PHLUX-III - third-generation active phono-cartridge


The Phædrus Audio PHLUX active phono cartridges represent a new development in phono cartridge technology in which the electrodynamic motor system is buffered by a miniature impedance-converter thereby securing excellent electrical performance with excellent tracking. PHLUX-III is the third generation product and replaces the original PHLUX and the PHLUX-II series.

Click here for a short video describing the PHLUX-II.

The miniature impedance-converter which buffers the moving-magnet motor is supplied power via the signal wires, in much the same way a capacitor microphone is supplied with phantom power. By this means, the PHLUX-III may be fitted to any turntable and arm combination without modifications to the wiring.

With a hand made American black walnut wooden body with rock maple inlay and a brass staging plate, designed and made by a recognised luthier, the PHLUX-III incorporates new amplifier technology with a bandwidth from DC to 2MHz.

As part of my project to digitize my LP collection, I bought the Phlux-II cartridge based on the superiority of needle drop recordings provided by Phaedrus Audio. I used adapters (made following plans on the Phaedrus website) to connect the Phlux-II to phantom-power microphone preamps on my USB audio interface (an RME BabyFace Pro). I purchased Stereo Lab software to apply RIAA equalization (or other equalization as necessary) in software.

I have been very pleased with the Phlux-II - It basically sounds like a very expensive moving coil cartridge but tracks better. A spectacular buy.

Hamish Norton


The PHLUX-III-Folio active cartridges house the same motor and wideband DC-MHz amplifier as the PHLUX-III-SH and complement the top-end model.

The PHLUX-III-Folio cartridge range have bodies made of the composite material known as Richlite with aluminium staging. These modifications enable us to offer full PHLUX-III performance at lower cost and to support versions of this third-generation active cartridge technology for historic recordings.

The PHLUX-III-Folio-NE is fitted with a nude elliptical cartridge offers excellent stereo LP replay performance at substantially lower cost.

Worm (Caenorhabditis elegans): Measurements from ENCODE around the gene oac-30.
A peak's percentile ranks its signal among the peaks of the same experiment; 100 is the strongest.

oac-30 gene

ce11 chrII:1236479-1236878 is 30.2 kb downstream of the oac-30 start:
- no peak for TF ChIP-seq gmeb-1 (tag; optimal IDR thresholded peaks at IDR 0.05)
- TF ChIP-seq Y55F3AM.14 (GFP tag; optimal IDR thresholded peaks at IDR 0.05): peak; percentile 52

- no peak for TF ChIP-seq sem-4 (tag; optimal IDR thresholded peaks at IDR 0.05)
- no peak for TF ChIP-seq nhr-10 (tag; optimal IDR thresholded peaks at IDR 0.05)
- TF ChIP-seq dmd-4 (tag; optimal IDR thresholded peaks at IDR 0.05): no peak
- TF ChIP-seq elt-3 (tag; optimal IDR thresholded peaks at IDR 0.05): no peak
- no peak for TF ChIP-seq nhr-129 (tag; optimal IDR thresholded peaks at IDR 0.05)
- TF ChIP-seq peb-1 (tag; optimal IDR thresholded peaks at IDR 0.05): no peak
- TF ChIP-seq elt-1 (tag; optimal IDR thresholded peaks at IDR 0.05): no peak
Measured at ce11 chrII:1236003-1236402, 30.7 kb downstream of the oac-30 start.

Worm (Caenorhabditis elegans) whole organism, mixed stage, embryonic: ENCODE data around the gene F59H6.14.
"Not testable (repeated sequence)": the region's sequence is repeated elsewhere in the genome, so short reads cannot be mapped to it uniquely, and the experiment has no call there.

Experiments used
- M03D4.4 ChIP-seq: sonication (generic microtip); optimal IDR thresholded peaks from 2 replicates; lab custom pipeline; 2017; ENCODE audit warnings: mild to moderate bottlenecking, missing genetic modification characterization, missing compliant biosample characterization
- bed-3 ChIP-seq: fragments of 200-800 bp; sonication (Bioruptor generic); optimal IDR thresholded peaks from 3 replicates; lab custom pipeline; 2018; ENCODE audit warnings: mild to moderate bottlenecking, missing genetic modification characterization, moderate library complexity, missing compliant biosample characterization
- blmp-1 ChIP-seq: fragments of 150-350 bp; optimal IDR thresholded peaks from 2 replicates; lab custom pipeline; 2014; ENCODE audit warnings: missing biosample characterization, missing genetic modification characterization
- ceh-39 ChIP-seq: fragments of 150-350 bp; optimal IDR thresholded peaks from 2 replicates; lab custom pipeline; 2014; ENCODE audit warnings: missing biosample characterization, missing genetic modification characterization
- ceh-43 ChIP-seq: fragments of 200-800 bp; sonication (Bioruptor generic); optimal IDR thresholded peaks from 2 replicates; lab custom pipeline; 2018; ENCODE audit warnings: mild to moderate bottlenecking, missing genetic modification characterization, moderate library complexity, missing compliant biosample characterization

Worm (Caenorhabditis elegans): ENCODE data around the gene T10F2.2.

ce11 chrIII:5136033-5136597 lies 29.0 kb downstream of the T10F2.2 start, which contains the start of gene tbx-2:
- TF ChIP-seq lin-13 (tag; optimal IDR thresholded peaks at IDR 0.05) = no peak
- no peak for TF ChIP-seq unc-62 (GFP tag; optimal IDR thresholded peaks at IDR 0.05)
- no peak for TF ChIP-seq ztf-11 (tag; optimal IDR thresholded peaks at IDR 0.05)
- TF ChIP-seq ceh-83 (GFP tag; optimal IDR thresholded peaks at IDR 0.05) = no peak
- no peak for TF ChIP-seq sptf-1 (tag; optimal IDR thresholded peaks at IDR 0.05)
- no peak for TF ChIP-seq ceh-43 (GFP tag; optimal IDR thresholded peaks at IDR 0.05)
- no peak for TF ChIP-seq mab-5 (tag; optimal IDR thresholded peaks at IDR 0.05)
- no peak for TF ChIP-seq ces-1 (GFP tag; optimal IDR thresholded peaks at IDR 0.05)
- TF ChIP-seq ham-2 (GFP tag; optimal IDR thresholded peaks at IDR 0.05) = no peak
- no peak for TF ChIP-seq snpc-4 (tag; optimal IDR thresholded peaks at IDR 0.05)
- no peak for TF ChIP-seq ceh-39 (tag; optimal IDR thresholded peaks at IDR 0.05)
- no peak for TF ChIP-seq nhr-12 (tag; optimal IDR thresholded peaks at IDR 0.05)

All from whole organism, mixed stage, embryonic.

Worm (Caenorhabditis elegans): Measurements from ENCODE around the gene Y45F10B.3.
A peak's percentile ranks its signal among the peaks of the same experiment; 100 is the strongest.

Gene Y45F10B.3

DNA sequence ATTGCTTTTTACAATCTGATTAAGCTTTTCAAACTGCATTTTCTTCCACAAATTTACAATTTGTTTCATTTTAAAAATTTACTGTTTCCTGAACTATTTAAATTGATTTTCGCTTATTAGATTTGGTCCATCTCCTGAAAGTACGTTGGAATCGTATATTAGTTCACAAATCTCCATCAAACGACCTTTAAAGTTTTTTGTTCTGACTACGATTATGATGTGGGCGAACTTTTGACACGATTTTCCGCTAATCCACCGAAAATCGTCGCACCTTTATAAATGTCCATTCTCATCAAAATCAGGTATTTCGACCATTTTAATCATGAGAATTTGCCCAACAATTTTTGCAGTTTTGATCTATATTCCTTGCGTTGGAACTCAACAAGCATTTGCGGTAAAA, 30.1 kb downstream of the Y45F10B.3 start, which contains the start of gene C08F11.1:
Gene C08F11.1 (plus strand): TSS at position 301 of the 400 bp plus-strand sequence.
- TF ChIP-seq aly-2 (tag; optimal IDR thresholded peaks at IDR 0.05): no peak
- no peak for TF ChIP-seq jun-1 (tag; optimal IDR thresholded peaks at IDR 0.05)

The PHLUX-III-Folio-78(M) is a fixed-coil, active cartridge with 0.003" (75µm) bonded round-shank, conical stylus, for shellac records. And the PHLUX-III-Folio-(M) FEATHER is fixed-coil, active cartridge with 0.0006" (15µm) bonded round-shank, conical stylus, for mono and archive work.

To mono or not to mono

Both the PHLUX-III-Folio-78 and the PHLUX-III-Folio-FEATHER are available in both stereo and mono versions. Why? For archive work, and especially when using Psptial Audio's Stereo Lab software, we recommend using a stereo motor because this gives the software two mono signals which may be used to cover-up disc damage and reduce distortion. But for straightforward record listening, a true mono cartrdige is a better solution. With Phædrus Audio's PHLUX-III-Folio cartridges, the choice is yours.

The mono versions of the PHLUX-III-Folio-78 and the PHLUX-III-Folio-FEATHER incorporate electrodynamically reduced vertical compliance to help with tracking.

The wonder of Richlite

Richlite is a sustainable, paper-based composite material consisting of cellulose fibre and phenolic resin. Originally developed for industrial tooling, Richlite is nowadays used in aerospace, action sports, and by the architecture and design community. Superficially, the material properties of Richlite are similar to a very dense hardwood like rosewood or ebony (its density is 1260kg/m³). It was chosen by Phædrus Audio for its excellent mechanical and acoustical properties.

In acoustic terms, when a material vibrates, the frequencies at which it vibrates depend upon: its dimensions; its stiffness (Young's modulus); its density (ρ); and how much it deforms when compressed (its Poisson ratio). The duration of the vibration in the material is a function of its damping factor (η), which is a a measure a material's ability to dissipate elastic strain energy during mechanical vibration or wave propagation. The property is like density, it is irrespective of other properties, including dimensions.